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It’s a Soft Materials World

It’s a Soft Materials World

By Whitney Heins

 

Photo of microscopic soft materialsSoft materials intersect our daily lives at about every turn. These are materials that can be easily deformed by thermal stresses or thermal fluctuations at around room temperature. Whether it’s a dying cell phone battery or a broken refrigerator, most people know there’s room for improvement.

Photo of microscopic soft materials

CBE faculty members are making great strides to do this. Take, for example, the cutting-edge investigations into polymeric liquids being done by Bamin Khomami, Beaman and Granger Distinguished University Professor and department head, and Brian Edwards, professor and associate department head.

These bizarre materials can display physical properties of both solids and liquids and, thus, are the basis of production for a myriad of consumer products such as plastic containers, clothing, packaging materials, structural components, furniture, building products, and more.

Using the power of some of the world’s fastest supercomputers, Edwards conducts simulations to understand how these materials behave in their molten state during industrial processing. A better understanding of this can lead to more efficient industrial processes—and thus better products Photo of microscopic soft materialsfor you and me.

“New and improved models of polymeric flow behavior will result in the industrial production of new and improved products that will benefit everyone,” he said of his NSF-funded research.
For example, products can become stronger, miniaturized, and functionalized.

“Imagine a thin plastic wire the thickness of a hair that is stronger than steel and could conduct electricity.” —Brian Edwards.

Work by other CBE researchers also promises to improve the products we use in our daily lives.

Associate Professor Manolis Doxastakis is looking to unlock the potential of elastomers, or rubbers. Using computational methods, he examines their molecular level structure and then predicts their macroscopic behavior. Specifically, he tries to answer “what if” questions by modifying the coupling of polymers and particles to change the material’s behavior. He also uses computational modeling to try to improve semiconductors by examining how small molecules move through a thin polymer film that’s undergoing a chemical reaction. His findings could lead to better everyday products from tires to computers. “We are aiming to improve performance, lower cost, and preserve the environment.” —Manolis Doxastakis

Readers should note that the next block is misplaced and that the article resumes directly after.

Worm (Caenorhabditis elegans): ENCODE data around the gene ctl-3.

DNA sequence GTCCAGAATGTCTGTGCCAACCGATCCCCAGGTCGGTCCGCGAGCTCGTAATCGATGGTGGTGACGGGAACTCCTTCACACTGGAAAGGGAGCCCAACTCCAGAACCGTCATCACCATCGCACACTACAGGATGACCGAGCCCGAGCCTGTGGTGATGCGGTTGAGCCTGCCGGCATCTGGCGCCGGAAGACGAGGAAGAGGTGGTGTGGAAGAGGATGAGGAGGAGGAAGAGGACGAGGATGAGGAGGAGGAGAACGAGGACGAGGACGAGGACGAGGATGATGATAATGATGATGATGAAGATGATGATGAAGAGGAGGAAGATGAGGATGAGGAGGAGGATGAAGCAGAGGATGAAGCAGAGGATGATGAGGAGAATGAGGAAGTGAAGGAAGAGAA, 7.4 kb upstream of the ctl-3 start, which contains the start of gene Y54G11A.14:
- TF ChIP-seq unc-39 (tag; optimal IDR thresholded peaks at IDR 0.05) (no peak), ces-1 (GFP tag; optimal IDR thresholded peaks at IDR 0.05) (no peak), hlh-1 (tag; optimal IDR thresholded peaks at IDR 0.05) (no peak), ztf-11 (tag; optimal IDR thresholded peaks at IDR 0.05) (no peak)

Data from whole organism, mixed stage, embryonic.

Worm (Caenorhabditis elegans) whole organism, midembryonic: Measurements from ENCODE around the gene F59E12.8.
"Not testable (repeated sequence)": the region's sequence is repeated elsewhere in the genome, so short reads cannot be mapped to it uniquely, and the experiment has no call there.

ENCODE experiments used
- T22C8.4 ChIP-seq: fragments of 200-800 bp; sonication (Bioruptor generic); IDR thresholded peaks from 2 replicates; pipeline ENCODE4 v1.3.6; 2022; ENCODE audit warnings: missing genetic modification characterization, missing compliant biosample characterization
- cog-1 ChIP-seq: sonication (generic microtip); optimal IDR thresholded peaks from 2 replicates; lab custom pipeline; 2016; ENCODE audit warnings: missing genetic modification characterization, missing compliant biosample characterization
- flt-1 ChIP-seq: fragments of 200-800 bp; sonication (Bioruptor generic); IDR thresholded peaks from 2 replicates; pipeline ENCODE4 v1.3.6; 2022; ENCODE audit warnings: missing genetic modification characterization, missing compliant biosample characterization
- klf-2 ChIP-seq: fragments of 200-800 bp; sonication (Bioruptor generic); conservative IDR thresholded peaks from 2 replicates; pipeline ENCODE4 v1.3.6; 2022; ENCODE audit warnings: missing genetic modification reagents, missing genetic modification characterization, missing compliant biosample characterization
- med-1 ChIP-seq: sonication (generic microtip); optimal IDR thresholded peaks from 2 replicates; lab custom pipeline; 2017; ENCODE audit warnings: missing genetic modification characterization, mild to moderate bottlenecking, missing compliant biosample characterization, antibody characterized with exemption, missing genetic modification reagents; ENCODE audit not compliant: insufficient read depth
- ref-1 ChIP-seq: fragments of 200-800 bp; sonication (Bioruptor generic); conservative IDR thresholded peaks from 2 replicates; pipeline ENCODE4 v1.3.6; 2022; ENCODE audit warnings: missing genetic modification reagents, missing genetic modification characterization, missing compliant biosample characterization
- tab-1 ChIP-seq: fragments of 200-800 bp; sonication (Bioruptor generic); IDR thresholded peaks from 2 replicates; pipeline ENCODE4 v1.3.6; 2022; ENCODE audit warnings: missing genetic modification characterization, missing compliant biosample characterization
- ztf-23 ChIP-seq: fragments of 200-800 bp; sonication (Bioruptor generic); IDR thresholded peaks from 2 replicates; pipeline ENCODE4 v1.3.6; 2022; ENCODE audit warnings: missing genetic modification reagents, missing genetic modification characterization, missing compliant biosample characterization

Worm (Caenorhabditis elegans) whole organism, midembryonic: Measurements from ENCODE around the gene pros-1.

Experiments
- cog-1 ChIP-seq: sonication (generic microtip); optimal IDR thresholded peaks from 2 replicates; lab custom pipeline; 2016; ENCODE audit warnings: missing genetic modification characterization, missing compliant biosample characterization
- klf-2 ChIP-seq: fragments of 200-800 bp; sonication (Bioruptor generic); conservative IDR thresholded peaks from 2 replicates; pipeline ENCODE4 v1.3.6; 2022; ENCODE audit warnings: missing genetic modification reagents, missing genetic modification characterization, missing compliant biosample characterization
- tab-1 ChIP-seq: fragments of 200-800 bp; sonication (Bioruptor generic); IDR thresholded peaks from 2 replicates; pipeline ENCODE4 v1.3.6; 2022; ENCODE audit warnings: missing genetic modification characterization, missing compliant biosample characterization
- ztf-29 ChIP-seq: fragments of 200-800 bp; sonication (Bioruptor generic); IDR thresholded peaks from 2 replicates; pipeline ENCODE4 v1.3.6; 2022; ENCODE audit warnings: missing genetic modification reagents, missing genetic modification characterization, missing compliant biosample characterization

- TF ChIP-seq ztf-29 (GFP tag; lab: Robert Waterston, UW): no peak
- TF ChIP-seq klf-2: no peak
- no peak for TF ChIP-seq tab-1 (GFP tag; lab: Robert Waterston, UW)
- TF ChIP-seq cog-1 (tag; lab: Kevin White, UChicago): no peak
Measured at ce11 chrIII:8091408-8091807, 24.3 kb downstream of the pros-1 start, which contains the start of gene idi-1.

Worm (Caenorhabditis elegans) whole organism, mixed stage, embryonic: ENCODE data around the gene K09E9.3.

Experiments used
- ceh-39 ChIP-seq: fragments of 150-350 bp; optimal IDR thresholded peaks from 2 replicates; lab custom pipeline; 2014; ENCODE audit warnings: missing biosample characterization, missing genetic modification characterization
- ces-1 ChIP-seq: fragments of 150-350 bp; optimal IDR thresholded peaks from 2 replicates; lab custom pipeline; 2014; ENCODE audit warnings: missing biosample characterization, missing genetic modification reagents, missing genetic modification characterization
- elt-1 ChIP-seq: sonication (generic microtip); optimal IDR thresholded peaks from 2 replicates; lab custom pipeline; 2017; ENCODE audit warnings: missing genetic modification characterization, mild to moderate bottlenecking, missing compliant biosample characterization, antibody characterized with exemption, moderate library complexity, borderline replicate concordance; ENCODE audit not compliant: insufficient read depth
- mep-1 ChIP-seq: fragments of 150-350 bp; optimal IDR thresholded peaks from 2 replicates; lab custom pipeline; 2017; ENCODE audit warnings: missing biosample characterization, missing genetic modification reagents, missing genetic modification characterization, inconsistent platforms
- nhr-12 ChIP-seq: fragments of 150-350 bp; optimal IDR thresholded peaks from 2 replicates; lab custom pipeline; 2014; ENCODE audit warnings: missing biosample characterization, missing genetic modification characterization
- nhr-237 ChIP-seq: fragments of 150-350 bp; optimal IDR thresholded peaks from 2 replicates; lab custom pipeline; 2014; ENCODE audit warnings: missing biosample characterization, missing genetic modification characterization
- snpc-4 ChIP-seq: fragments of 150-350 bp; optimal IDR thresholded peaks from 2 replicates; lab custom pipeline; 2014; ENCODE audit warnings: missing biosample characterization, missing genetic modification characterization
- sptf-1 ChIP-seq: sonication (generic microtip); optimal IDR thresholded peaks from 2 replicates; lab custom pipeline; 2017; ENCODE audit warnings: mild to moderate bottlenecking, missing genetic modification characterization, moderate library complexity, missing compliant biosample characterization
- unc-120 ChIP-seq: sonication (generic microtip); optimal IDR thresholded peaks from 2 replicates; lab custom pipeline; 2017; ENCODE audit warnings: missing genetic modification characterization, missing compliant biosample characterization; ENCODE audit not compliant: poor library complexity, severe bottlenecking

Photo of microscopic soft materials

Assistant Professor Joshua Sangoro’s work is also aiming to make soft materials better but he’s looking at something different—ionic liquid, or liquid salt. His work holds promise to improve almost every corner of our technological world.

“I’m of the opinion that there are ionic liquids suitable for nearly every technology. The task is to find the optimal one.” —Joshua Sangoro

But, the task is almost akin to finding a needle in a haystack. Ionic liquids have a large variety of potentially available cations and anions, which means they hold the possibility of creating trillions of chemically distinct materials, each with different properties and uses.

“This vast number of chemical structures require scientific design criteria based on understanding of the correlation between structure and desired properties,” Sangoro explained.

Photo of microscopic soft materialsHe leverages the power of an experimental technique called broadband dielectric spectroscopy to understand the relationship between the ionic liquid’s chemical structures and the resulting properties. This method is only being used by a handful of researchers in the country and uniquely probes the response of materials to electric fields through a wide range of timescales. Timescales determine the dynamics and hence, they determine many physical properties of materials, including the extent to which a material can conduct and store electrical energy.

Sangoro’s work, supported by research grants from the National Science Foundation and the US Army Research Office, will lay the scientific groundwork for new materials used in batteries that need less time to charge but hold much more energy.

And that’s good news for those who use cell phones or computers, or, well, pretty much anyone.

 

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